City Councillor for St Peters & North Laine Ward Convenor of Green Party
New by-laws introduced [1st January 2009]
Consultation ended on Friday 28th March 2008.
Failing to remove dog faeces -
To include all open air land that the public has access whether by payment or not.
• All streets, pavements, (including the bases of trees) roads,
promenades, under-cliff walk etc throughout Brighton & Hove All Brighton and Hove Council owned land including parks, open plan gardens, car parks etc
• All land belonging to Town & Parish Councils
• All rights of way that cross land owned by the primary and
• All other land in the open air to which the public have access to
with or without payment other than the land listed in the exemptions below.
Land from which dogs are excluded.
• All children's playgrounds
• The following school playing fields
Varndean 6th Form
Dorothy Stringer High School
Belfour Infant and Junior School
• Brighton & Hove Cemeteries
Borough Cemetery (Woodvale)
Lewes Road; Extra Mural Cemetery
Lewes Road; Borough Cemetery
Bear Road; Jewish Cemetery
Meadowview and Lawn Memorial Cemetery Warren Road
Hove Cemetery North and South
With the following exemptions (to any person attending a funeral or remembrance service or a person residing in premises of the specified cemeteries - these dogs must be kept on a lead at all times.)
• Squares, Gardens, Beaches, Walks
• Brunswick Square, Norfolk Square, Russell Square, Bedford Square, Clarence Square, Pelham Square, Regency Square (North End), Steine Memorial Gardens
• The beaches between the months of May to September
Keeping Dogs on a lead
• On all streets, roads and pavements
• The under-cliff walk
• Hollingbury Park & Waterhall Golf Course
Putting and keeping a dog on a lead when directed to do so by an authorised officer:-
To include all open air land in Brighton & Hove that the public has access whether by payment or not, if the dog is seen to be out of control, causing a threat to persons or other animals.
Exemptions: The Poo Control Order does not apply to the following land types:-
Privately owned gardens
Forestry Commission Land
This is in keeping with the spirit of the Dog Fouling of land Act 1996, and takes in to account the practicalities of how difficult it would be to physically enforce the control order on open, unfenced land. Assistance dogs will be exempt from the dog control orders.
Background to 2008 consultation
Last autumn, the council consulted residents and groups on proposals to help make our city a pleasant and safe environment for dogs, their owners, residents and visitors. The proposals included new rules on cleaning up after dogs, keeping them on leads and in small groups.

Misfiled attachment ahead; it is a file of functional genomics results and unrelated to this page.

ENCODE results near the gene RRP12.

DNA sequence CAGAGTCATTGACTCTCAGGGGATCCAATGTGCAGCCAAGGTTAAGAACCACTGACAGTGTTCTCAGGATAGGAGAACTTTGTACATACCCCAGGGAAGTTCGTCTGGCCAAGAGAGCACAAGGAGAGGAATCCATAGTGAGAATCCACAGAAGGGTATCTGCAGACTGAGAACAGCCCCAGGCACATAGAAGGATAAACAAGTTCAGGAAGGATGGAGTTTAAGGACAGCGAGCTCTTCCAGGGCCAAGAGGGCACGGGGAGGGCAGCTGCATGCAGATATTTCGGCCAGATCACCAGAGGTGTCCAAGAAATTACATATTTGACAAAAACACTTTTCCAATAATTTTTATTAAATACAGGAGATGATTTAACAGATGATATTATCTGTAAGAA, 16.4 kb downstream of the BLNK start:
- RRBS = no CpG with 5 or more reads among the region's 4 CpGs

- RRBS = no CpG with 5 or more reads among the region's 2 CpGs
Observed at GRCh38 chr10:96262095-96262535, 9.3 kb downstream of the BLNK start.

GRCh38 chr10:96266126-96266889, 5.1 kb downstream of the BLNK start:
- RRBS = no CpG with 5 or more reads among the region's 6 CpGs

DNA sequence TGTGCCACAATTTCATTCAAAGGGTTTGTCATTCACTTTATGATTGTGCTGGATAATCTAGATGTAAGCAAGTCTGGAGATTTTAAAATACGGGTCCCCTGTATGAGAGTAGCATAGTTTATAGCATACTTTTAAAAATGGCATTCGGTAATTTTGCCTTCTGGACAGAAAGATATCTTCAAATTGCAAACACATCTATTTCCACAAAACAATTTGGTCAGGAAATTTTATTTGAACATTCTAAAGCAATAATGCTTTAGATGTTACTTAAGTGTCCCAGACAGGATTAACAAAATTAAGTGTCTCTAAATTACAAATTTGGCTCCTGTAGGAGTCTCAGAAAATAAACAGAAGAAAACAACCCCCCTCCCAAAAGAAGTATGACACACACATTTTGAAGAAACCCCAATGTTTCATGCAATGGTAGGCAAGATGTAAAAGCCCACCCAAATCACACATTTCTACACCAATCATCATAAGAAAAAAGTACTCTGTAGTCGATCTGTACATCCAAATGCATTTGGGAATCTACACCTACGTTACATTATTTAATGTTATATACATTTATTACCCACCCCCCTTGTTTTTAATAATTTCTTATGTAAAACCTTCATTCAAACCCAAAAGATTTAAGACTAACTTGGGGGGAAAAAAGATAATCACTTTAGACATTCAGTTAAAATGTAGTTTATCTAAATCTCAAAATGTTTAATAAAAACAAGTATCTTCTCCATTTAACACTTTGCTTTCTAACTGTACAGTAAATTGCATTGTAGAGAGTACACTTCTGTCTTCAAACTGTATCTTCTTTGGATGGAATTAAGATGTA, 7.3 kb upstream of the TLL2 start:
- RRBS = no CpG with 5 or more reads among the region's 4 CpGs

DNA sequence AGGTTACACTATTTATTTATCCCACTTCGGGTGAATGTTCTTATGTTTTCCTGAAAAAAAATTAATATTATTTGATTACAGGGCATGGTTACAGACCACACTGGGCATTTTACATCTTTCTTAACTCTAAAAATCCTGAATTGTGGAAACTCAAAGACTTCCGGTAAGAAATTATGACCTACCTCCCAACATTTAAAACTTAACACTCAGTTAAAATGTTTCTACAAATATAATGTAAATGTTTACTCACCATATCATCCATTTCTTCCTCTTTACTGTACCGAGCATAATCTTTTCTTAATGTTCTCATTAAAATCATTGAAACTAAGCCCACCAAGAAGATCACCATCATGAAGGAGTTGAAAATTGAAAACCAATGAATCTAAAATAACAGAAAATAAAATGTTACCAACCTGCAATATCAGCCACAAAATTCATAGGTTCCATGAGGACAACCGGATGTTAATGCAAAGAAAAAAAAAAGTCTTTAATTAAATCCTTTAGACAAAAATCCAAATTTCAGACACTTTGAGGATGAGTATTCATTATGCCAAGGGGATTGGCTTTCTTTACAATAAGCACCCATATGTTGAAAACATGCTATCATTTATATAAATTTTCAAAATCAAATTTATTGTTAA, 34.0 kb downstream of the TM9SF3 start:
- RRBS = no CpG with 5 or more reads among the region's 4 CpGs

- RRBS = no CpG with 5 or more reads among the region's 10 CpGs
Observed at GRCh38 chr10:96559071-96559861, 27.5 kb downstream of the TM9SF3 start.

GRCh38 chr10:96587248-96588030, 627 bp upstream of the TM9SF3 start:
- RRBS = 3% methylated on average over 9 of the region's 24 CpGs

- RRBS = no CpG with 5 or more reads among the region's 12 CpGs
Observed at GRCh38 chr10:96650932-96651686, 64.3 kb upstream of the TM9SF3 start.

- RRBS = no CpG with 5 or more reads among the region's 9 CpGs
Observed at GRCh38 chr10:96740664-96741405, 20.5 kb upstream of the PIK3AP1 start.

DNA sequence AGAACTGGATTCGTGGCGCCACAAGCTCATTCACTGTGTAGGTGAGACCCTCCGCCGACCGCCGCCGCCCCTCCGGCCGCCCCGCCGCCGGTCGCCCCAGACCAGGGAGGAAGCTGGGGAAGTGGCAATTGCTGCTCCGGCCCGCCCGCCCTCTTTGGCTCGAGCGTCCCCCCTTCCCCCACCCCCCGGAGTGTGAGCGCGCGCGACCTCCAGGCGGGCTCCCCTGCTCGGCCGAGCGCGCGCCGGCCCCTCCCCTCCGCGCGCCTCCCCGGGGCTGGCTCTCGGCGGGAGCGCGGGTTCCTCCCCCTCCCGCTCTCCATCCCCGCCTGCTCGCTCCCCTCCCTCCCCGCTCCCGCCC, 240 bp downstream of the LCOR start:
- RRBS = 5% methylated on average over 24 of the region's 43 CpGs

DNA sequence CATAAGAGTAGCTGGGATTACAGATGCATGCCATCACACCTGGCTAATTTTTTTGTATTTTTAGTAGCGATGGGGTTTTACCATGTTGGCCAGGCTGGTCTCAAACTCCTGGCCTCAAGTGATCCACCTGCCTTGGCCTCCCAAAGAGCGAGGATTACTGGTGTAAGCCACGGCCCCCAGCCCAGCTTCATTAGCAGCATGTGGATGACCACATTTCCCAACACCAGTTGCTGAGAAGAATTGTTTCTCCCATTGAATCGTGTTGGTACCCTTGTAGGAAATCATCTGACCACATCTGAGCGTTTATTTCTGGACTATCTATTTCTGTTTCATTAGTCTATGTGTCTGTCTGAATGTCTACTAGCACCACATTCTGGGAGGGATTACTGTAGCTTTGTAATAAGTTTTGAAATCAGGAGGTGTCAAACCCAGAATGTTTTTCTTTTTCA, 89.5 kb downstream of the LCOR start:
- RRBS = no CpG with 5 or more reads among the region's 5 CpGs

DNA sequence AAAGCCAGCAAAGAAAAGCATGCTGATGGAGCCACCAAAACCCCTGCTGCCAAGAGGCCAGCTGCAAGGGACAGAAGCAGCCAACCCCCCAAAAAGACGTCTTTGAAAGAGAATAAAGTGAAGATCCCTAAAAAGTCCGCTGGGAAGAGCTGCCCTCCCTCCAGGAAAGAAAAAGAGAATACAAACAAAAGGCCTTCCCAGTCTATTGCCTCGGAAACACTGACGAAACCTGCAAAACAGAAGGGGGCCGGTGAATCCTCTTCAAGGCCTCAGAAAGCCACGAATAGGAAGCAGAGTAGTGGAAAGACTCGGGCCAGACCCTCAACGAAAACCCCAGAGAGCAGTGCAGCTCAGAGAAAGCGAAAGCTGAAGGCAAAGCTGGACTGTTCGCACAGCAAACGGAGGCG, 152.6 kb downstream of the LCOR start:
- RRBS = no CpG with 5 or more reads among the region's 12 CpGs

Following last autumn's consultation, the council has now drawn up a revised set of by-laws and is inviting comments before they are presented to the Council for approval in spring. The new proposals have taken on board the suggestions of many of those who responded to the autumn consultation.
Local Authorities have had powers to enforce legislation relating to the control of dogs for a number of years. Over time the legislation has become outdated, disjointed and confusing for members of the public. These new orders aim to simplify the legislation, and allow a greater flexibility in where the legislation can be applied and the range of offences that can be covered under the one order.
The procedure for making a Dog Control order is set out in regulation 3 of the Dog Control Orders Regulations 2006. The authority needs to balance the interests of those in charge of dogs against the interests of those affected by the activities of dogs, in particular consideration should be given to children to have access to dog free areas.
Penalties for committing an offence contained in the Dog Control Orders are a maximum of Level 3 on the standard scale £1,000.
Alternatively Fixed Penalty Notices can be issued for these offences and may be offered in place of prosecution.
Guidance has been issued by the government, stating that the level of fines that can be set for offences within a dog control order is £50 - £80, and where no fine is set by the local authority the fine is to be £75. It is therefore proposed that the fine for each dog control order made, should be set at the maximum of £80.
Clean Neighbourhood and Environment Act 2005 (Sections 55 and 56), to replace the current bylaws relating to dogs and the Dogs (Fouling of the Land) Act 1996. The Clean Neighbourhood and Environment Act guidance suggests that a maximum of 6 dogs can be effectively controlled by any one person. It is proposed that this requirement is debated as part of the consultation process with all the relevant stakeholders.
The procedure for making a Dog Control order is set out in regulation 3 of the Dog Control Orders Regulations 2006
Dogs (Fouling of the Land) Act 1996